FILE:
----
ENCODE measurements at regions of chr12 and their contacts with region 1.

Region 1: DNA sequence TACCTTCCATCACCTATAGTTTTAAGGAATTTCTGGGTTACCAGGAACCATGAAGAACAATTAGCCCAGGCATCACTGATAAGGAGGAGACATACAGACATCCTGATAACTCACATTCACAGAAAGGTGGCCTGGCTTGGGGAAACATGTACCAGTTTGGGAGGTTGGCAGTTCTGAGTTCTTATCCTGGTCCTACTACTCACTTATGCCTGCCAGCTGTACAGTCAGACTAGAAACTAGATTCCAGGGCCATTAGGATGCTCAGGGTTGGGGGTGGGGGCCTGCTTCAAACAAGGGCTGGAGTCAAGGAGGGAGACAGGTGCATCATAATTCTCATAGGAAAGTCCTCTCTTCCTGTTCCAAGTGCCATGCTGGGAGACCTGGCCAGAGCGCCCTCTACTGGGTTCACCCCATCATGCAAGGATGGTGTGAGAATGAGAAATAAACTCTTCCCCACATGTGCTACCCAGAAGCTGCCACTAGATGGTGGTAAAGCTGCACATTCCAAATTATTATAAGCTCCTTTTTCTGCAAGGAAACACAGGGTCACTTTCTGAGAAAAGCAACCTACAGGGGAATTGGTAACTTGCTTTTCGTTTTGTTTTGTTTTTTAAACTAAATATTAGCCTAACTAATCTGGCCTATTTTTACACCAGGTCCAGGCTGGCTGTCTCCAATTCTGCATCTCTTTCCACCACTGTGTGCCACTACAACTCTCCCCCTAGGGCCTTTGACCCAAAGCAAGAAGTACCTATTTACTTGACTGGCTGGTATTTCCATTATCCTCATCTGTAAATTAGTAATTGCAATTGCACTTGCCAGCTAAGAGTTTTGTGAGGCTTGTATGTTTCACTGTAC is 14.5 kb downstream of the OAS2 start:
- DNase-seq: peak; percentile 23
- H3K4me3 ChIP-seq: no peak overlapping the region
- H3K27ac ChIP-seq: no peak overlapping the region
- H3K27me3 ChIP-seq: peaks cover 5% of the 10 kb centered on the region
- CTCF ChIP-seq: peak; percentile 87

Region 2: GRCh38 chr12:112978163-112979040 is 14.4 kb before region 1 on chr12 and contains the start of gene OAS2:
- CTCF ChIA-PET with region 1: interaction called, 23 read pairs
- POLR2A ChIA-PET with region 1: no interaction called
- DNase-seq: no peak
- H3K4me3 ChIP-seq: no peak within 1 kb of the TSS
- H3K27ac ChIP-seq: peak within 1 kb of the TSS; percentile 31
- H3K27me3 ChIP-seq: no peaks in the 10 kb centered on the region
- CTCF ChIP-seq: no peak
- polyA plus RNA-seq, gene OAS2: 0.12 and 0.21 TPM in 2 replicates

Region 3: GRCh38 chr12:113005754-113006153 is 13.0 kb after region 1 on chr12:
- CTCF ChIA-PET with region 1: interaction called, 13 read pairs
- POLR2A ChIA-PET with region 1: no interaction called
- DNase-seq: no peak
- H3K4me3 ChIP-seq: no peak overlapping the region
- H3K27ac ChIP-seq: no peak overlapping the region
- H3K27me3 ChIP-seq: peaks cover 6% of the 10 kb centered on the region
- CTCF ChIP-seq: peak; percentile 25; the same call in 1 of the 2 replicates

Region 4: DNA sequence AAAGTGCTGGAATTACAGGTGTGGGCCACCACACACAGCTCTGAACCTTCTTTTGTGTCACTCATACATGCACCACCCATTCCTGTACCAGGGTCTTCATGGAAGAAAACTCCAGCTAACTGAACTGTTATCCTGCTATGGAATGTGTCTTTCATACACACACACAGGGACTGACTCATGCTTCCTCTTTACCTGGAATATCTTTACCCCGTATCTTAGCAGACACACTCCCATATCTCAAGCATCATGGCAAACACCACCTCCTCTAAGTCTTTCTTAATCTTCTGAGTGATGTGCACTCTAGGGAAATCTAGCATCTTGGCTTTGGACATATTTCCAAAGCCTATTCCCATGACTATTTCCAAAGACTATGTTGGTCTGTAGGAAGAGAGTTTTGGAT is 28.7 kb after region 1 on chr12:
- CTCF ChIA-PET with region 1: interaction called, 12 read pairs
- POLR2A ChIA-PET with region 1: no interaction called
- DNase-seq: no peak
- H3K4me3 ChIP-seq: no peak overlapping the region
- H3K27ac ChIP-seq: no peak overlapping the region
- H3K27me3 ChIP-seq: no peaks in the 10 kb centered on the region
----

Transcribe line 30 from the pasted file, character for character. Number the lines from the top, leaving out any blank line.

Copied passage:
- H3K27ac ChIP-seq: no peak overlapping the region